Making Healthy Resolutions

Be true to you when deciding what you will change.

Melissa Conrad StopplerBy Melissa Conrad Stoppler, M.D.


Editor's Note: While this columnist is no longer writing for and we have ceased to update the information contained herein, there is much to be read here that is still applicable to the lives of people with diabetes. If you wish to act on anything you learn here, be sure to consult your doctor first. Please enjoy the column!

December 2005 —Whether it's exercising more, losing weight, or quitting smoking, many people say that their New Year's resolutions involve improvements in health and well-being. Unfortunately, many resolutions seem to fail before spring arrives. I'm going to try for some manageable resolutions this year – maintaining my exercise routine and being more diligent about checking my blood glucose levels. If you're concerned about being able to keep your New Year's resolutions this year, some simple steps can help you set practical – and attainable – goals.


First, don't abandon the idea of setting resolutions because you have broken them in the past. You may need to simply readjust the type and number of goals you're setting for yourself. But do be realistic. A resolution to run a marathon by year's end is likely unrealistic for an inexperienced exerciser. Likewise, resolving to stop all your unhealthy habits at once is likely to fail. Pick an attainable goal with a realistic time frame.

Making too many resolutions can mean trouble. There's no rule that you have to cover all areas you'd like to change in your resolutions. Pick one or two themes – such as anger management, stress control, healthy eating, smoking cessation, fitness improvement, career advancement – that are most important to you, and set reachable goals within these areas.

You're also setting yourself up for failure if you set resolutions whose success is based upon factors beyond your control. Saying, "I resolve to have a new job by summer" depends not only upon your own initiative, but also upon external factors (the economy, the job market in your field) over which you have no control. Instead, tell yourself, "I resolve to have updated my resume and sent it out to X companies by summer." That way, the success of your resolution is entirely within your control.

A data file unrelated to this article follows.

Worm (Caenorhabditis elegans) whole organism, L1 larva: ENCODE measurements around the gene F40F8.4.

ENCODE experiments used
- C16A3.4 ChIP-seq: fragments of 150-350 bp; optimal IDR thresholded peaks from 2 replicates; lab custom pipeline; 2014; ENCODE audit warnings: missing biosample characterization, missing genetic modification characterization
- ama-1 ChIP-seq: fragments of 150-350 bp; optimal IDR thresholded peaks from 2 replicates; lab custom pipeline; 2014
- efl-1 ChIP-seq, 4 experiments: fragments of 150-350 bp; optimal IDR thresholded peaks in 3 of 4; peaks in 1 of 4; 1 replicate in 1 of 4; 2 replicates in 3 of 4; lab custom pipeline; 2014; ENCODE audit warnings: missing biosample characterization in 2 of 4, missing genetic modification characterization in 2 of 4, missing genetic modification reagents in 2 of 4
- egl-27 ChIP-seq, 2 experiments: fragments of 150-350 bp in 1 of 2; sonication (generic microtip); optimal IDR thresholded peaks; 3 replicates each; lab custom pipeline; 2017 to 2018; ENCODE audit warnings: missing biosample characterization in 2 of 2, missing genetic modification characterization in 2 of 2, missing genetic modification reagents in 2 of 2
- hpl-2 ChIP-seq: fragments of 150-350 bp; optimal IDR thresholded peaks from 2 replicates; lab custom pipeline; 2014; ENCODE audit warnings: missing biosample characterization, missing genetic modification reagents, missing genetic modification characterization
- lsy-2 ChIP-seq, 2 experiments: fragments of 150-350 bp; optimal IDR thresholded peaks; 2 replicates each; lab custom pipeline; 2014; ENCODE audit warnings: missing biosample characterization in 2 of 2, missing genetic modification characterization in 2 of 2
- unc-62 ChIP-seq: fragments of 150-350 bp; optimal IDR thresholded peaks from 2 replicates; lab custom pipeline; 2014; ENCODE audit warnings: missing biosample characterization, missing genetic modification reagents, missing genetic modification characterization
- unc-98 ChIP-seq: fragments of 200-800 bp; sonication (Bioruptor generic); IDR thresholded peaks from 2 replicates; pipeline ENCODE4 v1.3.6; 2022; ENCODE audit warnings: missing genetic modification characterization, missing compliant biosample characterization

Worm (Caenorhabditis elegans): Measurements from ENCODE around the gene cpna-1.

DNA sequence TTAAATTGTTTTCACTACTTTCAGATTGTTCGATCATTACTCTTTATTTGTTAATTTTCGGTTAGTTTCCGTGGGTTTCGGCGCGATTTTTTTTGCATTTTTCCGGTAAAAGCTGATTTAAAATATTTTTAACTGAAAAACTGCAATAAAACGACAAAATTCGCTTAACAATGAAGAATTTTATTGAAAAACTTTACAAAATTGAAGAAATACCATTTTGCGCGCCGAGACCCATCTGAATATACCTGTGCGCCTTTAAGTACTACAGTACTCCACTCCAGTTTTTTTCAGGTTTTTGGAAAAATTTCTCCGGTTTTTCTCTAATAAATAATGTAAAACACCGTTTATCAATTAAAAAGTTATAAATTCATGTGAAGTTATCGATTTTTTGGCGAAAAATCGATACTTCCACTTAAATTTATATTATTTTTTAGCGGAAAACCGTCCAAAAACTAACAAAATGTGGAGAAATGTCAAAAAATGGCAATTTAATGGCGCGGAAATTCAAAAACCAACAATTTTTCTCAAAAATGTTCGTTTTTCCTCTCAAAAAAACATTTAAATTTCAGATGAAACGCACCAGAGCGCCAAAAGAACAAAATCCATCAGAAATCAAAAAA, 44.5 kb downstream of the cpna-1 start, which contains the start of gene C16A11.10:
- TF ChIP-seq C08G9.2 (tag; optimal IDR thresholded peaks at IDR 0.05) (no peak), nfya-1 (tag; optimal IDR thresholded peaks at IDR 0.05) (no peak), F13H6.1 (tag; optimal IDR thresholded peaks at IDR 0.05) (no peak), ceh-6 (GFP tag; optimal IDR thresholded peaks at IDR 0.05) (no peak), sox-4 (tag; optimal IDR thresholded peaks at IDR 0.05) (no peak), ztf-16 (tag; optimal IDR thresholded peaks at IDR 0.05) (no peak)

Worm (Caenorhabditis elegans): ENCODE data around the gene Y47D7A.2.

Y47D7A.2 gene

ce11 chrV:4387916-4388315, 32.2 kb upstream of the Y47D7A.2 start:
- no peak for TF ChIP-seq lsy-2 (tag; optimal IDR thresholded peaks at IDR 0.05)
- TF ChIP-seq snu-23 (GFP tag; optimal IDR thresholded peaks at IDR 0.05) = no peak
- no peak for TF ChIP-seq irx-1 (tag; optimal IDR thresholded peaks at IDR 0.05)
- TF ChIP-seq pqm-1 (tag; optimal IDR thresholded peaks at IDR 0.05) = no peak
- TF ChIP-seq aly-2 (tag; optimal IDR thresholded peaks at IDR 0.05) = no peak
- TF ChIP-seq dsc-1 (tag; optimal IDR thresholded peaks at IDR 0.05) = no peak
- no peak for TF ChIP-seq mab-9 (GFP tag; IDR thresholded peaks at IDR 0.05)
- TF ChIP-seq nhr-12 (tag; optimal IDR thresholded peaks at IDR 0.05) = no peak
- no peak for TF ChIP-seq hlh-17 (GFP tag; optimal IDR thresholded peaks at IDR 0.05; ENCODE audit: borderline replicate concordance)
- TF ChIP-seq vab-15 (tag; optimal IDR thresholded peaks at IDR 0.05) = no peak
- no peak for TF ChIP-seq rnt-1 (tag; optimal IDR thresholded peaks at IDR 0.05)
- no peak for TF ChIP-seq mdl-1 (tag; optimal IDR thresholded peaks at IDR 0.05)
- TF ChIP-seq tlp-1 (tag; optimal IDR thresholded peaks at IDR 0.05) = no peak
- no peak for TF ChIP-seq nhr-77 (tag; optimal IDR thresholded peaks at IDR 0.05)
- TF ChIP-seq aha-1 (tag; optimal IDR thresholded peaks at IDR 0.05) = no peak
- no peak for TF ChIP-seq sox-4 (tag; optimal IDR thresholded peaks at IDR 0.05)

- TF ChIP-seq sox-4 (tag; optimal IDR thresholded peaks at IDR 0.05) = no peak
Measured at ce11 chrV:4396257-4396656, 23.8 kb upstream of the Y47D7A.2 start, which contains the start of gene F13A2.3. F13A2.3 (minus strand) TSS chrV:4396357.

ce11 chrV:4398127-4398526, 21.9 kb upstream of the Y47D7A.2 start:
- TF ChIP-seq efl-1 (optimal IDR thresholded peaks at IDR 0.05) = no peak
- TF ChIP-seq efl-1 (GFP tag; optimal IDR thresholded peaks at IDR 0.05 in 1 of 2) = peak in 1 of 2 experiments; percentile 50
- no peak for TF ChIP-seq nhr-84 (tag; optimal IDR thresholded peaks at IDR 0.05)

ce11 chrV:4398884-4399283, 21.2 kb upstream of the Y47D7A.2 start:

Decide on some intermediate goals if it helps you maintain control. Ask yourself where you'd like to be in three or six months, and check yourself then. Achieving these smaller goals also gives you a sense of accomplishment and motivation for the bigger projects. Include a plan for a reward for yourself when the resolutions – or intermediate goals – are met.

Finally, and most importantly, choose your resolutions based upon your own wishes, desires, goals, and dreams, and not those of society or those persons close to you. While this seems obvious, many people waste time trying to meet society's – or another person's – expectations. A resolution is bound to fail if it isn't from your heart.

Read more of Melissa's columns here.


dLife's Viewpoints columnists are not all medical experts, but everyday people living with diabetes and sharing their personal experiences, most often at a set point in time. While their method of diabetes management may work for them, everyone is different. Please consult with your diabetes care team before acting on anything you read here to find out what will work best for you.

Last Modified Date: May 24, 2013

All content on is created and reviewed in compliance with our editorial policy.

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by Brenda Bell
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